The Government published The Legal Aid, Sentencing and Punishment of Offenders Bill on 21 June, confirming that legal aid will no longer, generally, be available to investigate and pursue clinical negligence claims. The bill was released despite a huge number of objections being voiced at consultation stage after the Government announced this proposal in November, as part of its plan to shave £350 million off the legal aid budget.

As matters currently stand, legal aid is available to investigate clinical negligence cases where the Legal Services Commission's merits and means tests are satisfied. The merits test involves consideration of the likely prospects of success but also whether the benefits of pursuing the claim outweigh the costs of pursuing the claim sufficiently. The means test considers the means (capital and income) of the individual, with only those with low incomes and very limited capital being eligible for legal aid. In the case of children, it is the means of the child which are relevant rather than the means of the parents. In the circumstances, the vast majority of children with brain injuries alleged to be due to birth related or neonatal/paediatric injuries, will be eligible for legal aid on the basis of their means as long as they do not have significant income or capital of their own or other sources of funding at their disposal, for example legal expenses insurance.

Children and adults with brain injuries, alleged to be due to substandard medical treatment, often have significant care needs and remain extremely vulnerable. There is concern that, in the future, such individuals will have insufficient access to justice to pursue their potential claims. Without appropriate funding, vulnerable individuals may find it difficult to find legal representation. Even if they do, they may be asked to fund expensive expert reports, which are required to assess the merits of complex cases, or to put some of any damages they recover towards the costs of the litigation.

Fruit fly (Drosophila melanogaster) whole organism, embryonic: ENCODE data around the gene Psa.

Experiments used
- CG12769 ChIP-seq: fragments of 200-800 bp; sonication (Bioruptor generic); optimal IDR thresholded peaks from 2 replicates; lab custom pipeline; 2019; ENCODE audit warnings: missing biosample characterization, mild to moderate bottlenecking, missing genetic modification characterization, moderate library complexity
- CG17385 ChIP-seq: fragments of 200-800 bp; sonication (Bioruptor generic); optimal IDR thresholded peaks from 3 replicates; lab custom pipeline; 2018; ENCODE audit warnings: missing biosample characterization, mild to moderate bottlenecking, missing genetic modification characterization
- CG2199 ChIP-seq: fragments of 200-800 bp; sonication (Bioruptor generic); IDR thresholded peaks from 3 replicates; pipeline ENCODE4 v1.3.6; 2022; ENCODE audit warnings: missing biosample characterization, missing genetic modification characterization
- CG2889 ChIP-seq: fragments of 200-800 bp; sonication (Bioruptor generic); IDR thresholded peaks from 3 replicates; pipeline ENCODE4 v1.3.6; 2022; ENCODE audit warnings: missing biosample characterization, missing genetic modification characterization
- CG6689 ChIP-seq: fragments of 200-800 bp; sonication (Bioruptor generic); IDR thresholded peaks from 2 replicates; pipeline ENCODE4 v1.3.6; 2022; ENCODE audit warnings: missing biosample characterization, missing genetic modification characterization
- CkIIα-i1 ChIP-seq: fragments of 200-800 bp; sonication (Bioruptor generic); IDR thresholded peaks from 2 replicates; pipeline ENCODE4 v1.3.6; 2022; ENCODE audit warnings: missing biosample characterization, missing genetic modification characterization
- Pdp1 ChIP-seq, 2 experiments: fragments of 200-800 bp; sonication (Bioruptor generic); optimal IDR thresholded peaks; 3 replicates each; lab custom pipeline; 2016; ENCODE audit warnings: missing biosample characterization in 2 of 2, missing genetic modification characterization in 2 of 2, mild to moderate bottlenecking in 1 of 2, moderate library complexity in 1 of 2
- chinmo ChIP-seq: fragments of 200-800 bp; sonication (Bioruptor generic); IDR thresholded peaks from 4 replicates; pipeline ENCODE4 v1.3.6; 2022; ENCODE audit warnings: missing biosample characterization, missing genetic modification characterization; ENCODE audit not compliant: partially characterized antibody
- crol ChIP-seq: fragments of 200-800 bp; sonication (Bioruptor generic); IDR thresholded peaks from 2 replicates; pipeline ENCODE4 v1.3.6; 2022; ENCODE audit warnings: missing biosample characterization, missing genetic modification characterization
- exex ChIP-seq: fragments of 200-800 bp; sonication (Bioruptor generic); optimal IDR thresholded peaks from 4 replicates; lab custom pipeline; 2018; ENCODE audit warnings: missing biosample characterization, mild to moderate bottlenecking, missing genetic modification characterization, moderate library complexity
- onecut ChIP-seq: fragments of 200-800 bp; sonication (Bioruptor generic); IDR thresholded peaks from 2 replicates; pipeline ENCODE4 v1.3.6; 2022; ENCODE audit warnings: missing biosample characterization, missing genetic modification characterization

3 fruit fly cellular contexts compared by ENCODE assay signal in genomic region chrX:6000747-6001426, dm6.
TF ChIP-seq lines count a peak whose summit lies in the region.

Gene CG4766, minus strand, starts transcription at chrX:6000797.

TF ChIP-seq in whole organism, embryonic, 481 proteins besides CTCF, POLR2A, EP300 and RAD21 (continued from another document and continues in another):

The legal aid proposals come hot on the heels of the planned reforms to civil costs, following Lord Jackson's review of this area. He proposed significant changes to the conditional fee agreement regime which is currently used to fund many cases where individuals are not eligible for legal aid on the basis of their means. Lord Jackson specifically stated in his report that legal aid should remain in place at its current level but it seems this is not to be.

Lord Jackson's proposal was that after the event (ATE) insurance premiums relating to insurance to cover a claimant's liability for their own disbursements and the defendant's costs, in the event that their case is lost, should no longer be recoverable from the defendant in the event of a successful claim (as is the case now).

The one concession that the Government has made in the recent Bill is that, in clinical negligence cases, ATE premiums to cover the cost of expert reports, will remain recoverable from the defendants in successful claims. This concession reflects concerns at the high cost of experts' fees payable in clinical negligence cases, for which claimants would be liable if their cases were not won.

It does not appear that any changes to the funding regime will be retrospective so those who are currently receiving legal aid or who are granted legal aid before any changes come into force should be unaffected. It is not yet clear when the changes will be effective but, if anyone is contemplating pursuing a claim and hopes to secure legal aid funding, they should not delay.